THREE THESES:
1) Phenomenal events are caused;
2) Freedom is not phenomenal and, therefore, it is outside of natural causal chains.
3) Although freedom does not belong in the world of phenomena, its existence is compatible
with this world.
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Example: I lied. In this case, there’s a set of causes that lead to some natural facts (bad
upbringing, evil company, etc.). But people blame me. Why?
Because “this blame is based on a law of reason; and reason is regarded in this blaming as a
cause that, regardless of all the mentioned empirical conditions, could and ought to have
determined the person’s conduct differently.”

Why ought I not to lie? The answer is not to be found in how things are, in nature.
It is at least possible that empirical causality is itself an effect of another, intelligible causality. It
is also quite possible that what is caused by freedom can coexist with what is caused by nature.
Willing/desiring vs ought
 
“No matter how many natural bases—how many sensible
stimuli—impel me to will, they yet cannot produce the
ought: they can produce only a willing that is far from necessary
but is always conditioned, whereas the ought pronounced by
reason opposes this conditioned willing with standard and
goal—indeed, with prohibition and authority.”
“Practical freedom could also be defined as independence of the will
from anything else except solely the moral law.”

But the moral law expresses necessity. How is it different from


causal necessity? How can be free something that involves
necessity?

CRITIQUE OF PRACTICAL REASON

“We […] call the motion of a clock a free motion, because the clock
itself moves its hand, which therefore does not need to he pushed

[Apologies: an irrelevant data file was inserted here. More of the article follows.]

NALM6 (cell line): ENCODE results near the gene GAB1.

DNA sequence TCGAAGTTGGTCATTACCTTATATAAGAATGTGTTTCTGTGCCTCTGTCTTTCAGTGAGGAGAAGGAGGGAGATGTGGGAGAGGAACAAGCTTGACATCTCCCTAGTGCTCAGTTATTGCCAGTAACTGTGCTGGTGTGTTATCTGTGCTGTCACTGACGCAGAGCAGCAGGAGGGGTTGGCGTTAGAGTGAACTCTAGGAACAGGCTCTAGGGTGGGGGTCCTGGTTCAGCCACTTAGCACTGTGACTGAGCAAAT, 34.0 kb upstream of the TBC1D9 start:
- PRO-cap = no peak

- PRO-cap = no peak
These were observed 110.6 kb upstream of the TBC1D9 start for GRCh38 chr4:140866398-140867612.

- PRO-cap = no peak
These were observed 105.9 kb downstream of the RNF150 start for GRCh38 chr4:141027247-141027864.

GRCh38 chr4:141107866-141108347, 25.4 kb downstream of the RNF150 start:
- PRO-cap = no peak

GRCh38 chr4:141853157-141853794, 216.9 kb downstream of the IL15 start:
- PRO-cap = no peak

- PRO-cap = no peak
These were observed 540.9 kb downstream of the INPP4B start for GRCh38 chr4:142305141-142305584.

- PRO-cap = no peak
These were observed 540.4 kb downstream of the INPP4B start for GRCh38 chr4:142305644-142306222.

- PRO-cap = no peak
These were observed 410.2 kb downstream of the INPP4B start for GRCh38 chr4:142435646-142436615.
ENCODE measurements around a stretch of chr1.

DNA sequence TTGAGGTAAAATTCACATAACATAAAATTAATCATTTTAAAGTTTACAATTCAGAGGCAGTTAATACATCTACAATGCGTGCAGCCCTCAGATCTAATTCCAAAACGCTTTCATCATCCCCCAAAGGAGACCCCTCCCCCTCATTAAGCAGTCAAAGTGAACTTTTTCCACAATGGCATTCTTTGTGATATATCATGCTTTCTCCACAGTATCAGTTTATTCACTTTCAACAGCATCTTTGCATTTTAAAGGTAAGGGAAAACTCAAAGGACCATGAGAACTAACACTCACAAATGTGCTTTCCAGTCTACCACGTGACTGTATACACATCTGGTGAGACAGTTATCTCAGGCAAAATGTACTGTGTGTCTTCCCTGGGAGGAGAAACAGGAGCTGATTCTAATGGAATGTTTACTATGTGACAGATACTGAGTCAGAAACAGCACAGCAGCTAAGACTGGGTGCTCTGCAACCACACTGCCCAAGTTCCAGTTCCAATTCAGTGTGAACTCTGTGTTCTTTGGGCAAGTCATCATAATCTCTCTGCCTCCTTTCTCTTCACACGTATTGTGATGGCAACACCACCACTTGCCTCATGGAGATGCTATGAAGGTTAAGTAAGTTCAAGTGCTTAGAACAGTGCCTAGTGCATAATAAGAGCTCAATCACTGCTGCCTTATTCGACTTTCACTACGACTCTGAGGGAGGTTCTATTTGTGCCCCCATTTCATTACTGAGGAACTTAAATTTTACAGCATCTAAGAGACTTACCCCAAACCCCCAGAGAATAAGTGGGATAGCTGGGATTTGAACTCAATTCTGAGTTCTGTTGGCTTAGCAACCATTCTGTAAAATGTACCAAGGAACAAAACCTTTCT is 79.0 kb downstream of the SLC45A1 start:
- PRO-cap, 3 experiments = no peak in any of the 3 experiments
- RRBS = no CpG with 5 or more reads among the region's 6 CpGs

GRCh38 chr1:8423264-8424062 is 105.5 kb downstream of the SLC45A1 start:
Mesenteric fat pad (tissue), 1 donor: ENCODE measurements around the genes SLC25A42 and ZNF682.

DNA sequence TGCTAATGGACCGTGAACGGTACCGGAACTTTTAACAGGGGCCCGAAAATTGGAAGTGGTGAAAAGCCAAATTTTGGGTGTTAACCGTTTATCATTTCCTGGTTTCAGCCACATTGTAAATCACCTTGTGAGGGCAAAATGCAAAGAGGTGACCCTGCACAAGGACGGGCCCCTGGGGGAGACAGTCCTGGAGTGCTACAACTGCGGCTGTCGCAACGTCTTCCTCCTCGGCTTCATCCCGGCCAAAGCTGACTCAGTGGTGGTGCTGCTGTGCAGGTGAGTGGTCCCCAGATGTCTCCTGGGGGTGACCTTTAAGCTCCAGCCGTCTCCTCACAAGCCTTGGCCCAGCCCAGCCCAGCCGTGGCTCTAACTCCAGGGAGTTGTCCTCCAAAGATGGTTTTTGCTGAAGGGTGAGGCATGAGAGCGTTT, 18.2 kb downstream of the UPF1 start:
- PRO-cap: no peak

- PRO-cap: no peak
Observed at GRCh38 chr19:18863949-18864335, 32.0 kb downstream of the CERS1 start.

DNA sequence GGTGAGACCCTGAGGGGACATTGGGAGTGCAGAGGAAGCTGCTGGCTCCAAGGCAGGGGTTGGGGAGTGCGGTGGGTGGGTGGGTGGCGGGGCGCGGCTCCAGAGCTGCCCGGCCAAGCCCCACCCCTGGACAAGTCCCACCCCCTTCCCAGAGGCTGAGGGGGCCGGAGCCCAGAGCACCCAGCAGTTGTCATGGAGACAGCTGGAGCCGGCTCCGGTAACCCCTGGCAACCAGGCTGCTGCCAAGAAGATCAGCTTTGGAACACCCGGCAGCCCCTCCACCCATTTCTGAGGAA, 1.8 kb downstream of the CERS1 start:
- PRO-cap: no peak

externally. In the same way, a human being’s actions, although they
are necessary through their determining bases that precede in
time, are nonetheless called by us free, because we are still dealing
with internal presentations produced by our own powers.”
PSYCHOLOGICAL FREEDOM VS. TRANSCENDENTAL FREEDOM

Psychological freedom –
amounts to the internal representations of the soul. It is expressed in desires and feelings.

Transcendental freedom –
amounts to moral duty. It is expressed in terms of moral imperatives.
SELF-EXCULPATION AND REPENTANCE

“Let a human being use what art he wants in order to paint to himself a
remembered unlawful behavior as a unintentional oversight—as a mere
carelessness, which one can never avoid entirely, and thus as something in
which he was carried away by the stream of natural necessity—and to
declare himself innocent of it; he nonetheless finds that the
lawyer who speaks in his favor can in no way silence the
prosecutor in him, if only he is conscious that at the time when
he committed the wrong he was in his sense, i.e., had the use of
his freedom.”

CONSCIENCE
Golden moral rule (the rule that prescribes to treat others as ends rather than as
means):
“Treat others as you would wish to be treated', or 'Do unto others as you would have
them do unto you.”
Categorical imperative (an unconditional moral obligation that is binding in all
circumstances and is not dependent on a person's inclination or purpose):
"Act only in accordance with that maxim through which you can at the same time
will that it become a universal law."